The Hook – Review

Jamie Sives in The Hook. Images Manuel Harlan.
Jamie Sives in The Hook. Images Manuel Harlan.

It has taken more than 60 years but Arthur Miller’s incendiary drama, about corruption and mob rule in New York’s docks, has finally seen the light of day.

Miller wrote The Hook as a screenplay in 1951 but studio bosses were so scared of the unions that the writer mothballed the project rather than water down the story.

But a fearless co-production between Northampton’s Royal & Derngate and Liverpool’s Everyman Theatre, has re-discovered the lost gem and a stage adaptation premiered last night.

It is impossible to under-estimate the power and influence wielded by the Mafia in the dark days of American trades union history.

Such was their stranglehold that ordinary working men couldn’t make a living unless they towed the line. Bosses couldn’t operate without paying kickbacks.

So we’re back on the waterfront, in familiar Arthur Miller territory, for a blue-collar story of how one (relatively) honest man stands up to the unions in a bid to get a better deal for his friends.

The Hook

The action takes place in the Red Hook district of Brooklyn in 1951. Desperate longshoremen are being forced to work long hours, often with little or no pay. Corners and costs are being cut, accidents happen.

Italian born hothead Marty Ferrara (Jamie Sives giving a stormin’ performance) wants out. His family are starving and they can’t get by on the little he is bringing in from the docks.

But pretty soon he’s back and this time he’s spoiling for a fight. He recklessly pits himself against union boss Louis (a menacing Joe Alessi) in a leadership fight. The men have to decide if they have the courage to go against the racketeers who run the union or fold.

How far are they prepared to go and are their jobs worth dying for?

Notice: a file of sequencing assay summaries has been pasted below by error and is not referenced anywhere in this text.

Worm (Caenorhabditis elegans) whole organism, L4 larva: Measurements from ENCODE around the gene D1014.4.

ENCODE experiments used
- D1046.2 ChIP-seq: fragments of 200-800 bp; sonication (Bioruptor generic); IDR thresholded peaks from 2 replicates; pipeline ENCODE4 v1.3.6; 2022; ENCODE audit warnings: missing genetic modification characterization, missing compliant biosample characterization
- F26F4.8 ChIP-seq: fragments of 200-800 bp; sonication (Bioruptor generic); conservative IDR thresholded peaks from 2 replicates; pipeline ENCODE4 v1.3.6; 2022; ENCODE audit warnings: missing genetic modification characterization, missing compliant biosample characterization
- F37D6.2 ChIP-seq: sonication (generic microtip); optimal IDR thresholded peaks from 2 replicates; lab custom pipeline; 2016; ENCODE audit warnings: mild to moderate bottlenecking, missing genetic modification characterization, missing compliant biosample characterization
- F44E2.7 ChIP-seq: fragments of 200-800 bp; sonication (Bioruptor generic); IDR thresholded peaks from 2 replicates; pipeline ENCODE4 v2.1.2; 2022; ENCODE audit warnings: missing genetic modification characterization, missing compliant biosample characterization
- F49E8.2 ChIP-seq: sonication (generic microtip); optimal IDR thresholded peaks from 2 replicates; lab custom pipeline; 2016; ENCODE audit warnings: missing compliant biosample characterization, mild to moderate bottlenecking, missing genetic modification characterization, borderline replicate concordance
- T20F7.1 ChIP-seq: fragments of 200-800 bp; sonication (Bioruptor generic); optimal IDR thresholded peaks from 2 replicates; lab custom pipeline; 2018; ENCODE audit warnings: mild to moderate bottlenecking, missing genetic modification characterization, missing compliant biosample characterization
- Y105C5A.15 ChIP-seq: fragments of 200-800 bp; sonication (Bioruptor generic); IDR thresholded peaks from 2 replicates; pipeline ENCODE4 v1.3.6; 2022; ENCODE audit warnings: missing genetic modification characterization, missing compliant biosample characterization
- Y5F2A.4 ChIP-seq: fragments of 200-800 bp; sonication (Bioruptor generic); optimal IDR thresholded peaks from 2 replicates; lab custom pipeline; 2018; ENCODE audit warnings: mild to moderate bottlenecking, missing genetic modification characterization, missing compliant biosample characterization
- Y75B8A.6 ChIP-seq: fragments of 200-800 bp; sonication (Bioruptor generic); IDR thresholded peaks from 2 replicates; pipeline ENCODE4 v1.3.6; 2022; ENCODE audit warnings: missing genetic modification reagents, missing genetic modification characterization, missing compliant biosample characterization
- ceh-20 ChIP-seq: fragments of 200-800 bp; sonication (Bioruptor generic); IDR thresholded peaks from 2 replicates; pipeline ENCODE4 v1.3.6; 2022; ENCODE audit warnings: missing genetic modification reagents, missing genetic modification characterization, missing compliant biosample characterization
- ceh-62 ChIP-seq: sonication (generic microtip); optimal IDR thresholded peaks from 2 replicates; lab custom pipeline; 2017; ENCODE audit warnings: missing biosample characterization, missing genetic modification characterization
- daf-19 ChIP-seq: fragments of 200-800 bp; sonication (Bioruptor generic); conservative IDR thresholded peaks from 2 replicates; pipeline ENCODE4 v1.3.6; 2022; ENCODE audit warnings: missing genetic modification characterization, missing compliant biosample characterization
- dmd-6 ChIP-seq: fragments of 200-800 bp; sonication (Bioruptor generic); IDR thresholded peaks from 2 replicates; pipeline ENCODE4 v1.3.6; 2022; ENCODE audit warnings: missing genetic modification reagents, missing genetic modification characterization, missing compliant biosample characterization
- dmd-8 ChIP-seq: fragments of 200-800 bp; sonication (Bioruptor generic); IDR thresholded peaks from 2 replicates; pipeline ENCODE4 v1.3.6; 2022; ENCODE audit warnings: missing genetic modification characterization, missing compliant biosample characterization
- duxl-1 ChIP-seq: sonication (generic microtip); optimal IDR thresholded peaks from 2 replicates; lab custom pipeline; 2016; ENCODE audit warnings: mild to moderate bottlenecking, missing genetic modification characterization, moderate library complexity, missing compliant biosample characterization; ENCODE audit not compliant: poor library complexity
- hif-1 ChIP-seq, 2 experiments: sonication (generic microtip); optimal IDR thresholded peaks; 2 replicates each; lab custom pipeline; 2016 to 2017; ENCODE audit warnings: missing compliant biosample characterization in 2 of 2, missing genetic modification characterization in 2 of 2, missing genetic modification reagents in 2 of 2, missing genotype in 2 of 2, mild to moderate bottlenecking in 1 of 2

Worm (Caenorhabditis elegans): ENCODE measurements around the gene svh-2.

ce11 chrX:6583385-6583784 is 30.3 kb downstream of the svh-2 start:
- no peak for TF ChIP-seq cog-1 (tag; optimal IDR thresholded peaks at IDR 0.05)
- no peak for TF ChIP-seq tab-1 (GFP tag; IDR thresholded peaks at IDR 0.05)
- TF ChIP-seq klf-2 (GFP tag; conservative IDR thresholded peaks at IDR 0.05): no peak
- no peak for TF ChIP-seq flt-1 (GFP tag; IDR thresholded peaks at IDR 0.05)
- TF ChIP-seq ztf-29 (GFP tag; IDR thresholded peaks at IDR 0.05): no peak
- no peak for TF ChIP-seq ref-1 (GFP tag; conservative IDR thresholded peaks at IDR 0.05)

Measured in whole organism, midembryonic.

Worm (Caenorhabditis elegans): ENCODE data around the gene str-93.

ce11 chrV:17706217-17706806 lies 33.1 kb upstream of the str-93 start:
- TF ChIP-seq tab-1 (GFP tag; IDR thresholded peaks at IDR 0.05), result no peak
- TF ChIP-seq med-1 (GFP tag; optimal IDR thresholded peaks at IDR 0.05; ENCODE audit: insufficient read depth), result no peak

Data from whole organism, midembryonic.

The Hook

Director James Dacre keeps the action bowling along with short snappy scenes that are tightly cut. The pace never slackens and an air of menace permeates the entire production.

It takes a while to attune your ears to the thick Brooklyn accents. The predominately male cast talk so fast and loud that I missed some initial dialogue.

But the production is blessed with one of the best scores I’ve heard in a long time (and very cinematic).

The powerful and evocative music from Isobel Waller-Bridge really heightens the tension as the story reaches its climax.

Patrick Connellan’s superb set design is also a huge success bringing part of the dockside to a very small stage in one of England’s most landlocked counties.

Sives gives a stand-out turn as Marty. He’s dark and brooding like a young Russell Crowe or even Stallone, creating a character who is instantly recognisable to us as the underdog punching far above his weight.

Joe Alessi may wear a suit but Louis is a fink (I just love Miller’s frequent use of that word). He sounds totally credible as he threatens and cajoles his workforce.

The company is once again boosted by community actors who play non-speaking roles (including a few heavies, wives, dockers) while the core cast concentrate on giving first rate performances as longshoremen living on the breadline.

Amid the hustle and bustle of the piers walks Darkeyes (Ewart James Walters) who, although blind, is very much the eyes and ears of the docks. He’s a much under-used character but beautifully played.

The Hook is a good stage play but you can imagine it being a great screen drama, utilising outside locations.

I’m sure the unions today are far more democratic. They have to be as they are so tightly controlled. But the issues Miller bravely tackled in The Hook are as relevant today as they were in the 1950s.

How often do we see newspaper headlines about cheap immigrant labour being used, increasingly so, by bosses wanting to pay below the minimum wage at the expense of skilled workers.

The Hook plays on the Royal stage until June 27. It moves to The Everyman Theatre running from July 1-25.

Review Rating
  • The Hook
4

Summary

Arthur Miller’s, The Hook, a blistering tale of corruption and mob rule on the waterfront, finally gets its world premiere, after a 60 year wait, with an incendiary co-production from Liverpool Everyman and Northampton’s Royal & Derngate Theatres.

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